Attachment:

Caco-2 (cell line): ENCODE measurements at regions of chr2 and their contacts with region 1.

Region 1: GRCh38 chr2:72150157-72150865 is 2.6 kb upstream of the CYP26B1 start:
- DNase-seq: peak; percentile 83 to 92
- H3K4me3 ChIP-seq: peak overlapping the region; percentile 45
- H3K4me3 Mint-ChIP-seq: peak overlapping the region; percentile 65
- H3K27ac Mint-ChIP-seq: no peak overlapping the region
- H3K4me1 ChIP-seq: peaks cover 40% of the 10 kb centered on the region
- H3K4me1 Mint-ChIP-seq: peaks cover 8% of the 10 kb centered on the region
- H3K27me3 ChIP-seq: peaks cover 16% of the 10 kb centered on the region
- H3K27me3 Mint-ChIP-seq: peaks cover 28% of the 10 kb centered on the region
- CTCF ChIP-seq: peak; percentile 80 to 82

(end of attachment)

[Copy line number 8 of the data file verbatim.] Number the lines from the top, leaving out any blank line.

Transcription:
- H3K4me1 Mint-ChIP-seq: peaks cover 8% of the 10 kb centered on the region